by Saeeduddin Ahmad Dar
Pakistan came into being under most unfavourable circumstances. Few weeks before independence, anti-Muslim riots broke out in East Punjab and a number of adjoining princely states. The riots which were “long planned and directed from a very high level”, were nothing less than “a war of extermination against the Muslim minority”.1 Soon the riots spread to Delhi, where it became impossible for a Muslim “to move freely without risk to his life”.2 Consequently, millions of Muslims from India were forced to take refuge in Pakistan. The immediate problem of the Government of Pakistan, was, therefore, to provide them food and shelter. It was by no means an easy task for a state, which had literally started from a scratch. At the same time, the planned migration of the Hindus, who controlled the economic resources of the areas constituting Pakistan before independence, crippled Pakistan’s economy.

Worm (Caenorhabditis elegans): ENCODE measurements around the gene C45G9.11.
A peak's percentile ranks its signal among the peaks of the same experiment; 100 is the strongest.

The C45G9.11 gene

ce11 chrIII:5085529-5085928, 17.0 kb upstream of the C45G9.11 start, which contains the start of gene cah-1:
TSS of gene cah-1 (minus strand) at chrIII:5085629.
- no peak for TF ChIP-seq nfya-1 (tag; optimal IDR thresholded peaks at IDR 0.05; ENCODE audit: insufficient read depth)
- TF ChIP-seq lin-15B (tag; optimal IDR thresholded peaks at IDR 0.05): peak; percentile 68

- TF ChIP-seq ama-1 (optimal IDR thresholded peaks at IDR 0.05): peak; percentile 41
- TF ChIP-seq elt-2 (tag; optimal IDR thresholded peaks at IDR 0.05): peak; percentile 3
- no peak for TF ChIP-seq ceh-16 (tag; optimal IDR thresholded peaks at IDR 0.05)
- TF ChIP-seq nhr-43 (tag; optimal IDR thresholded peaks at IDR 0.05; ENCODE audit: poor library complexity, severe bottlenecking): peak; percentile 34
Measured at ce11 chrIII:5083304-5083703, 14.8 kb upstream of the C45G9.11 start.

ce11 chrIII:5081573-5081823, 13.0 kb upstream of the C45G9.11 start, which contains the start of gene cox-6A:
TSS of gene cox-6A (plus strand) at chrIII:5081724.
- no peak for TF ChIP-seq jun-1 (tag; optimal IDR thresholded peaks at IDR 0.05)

The problems of the new state were enhanced by the hostile policy of the Government of India. In October 1947, Field Marshal Claude Auchinleck reported to the British Prime Minister Attlee: “The present Indian cabinet are implacably determined to do all in their power to prevent the establishment of Dominion of Pakistan on a firm basis”.3 To another foreign observer India seemed hell bent on “to destroy Pakistan as rapidly as possible so as to restore it to the dominion of Delhi”.4 Such conclusions were strengthened by actions of Government of India. For instance, India retained much of Pakistan’s share of the assets of the undivided India.5 She refused to deliver more than ninety seven percent of Pakistan’s share of military stores.6 The Government of India instructed its Reserve Bank (which according to an agreement made at the time of partition, was supposed to act as banker as currency authority both for India as Pakistan up to 1 October 1948) not to credit the Government of Pakistan with 550 million rupees of cash balance, which was due to her out of her share of 750 million rupees.7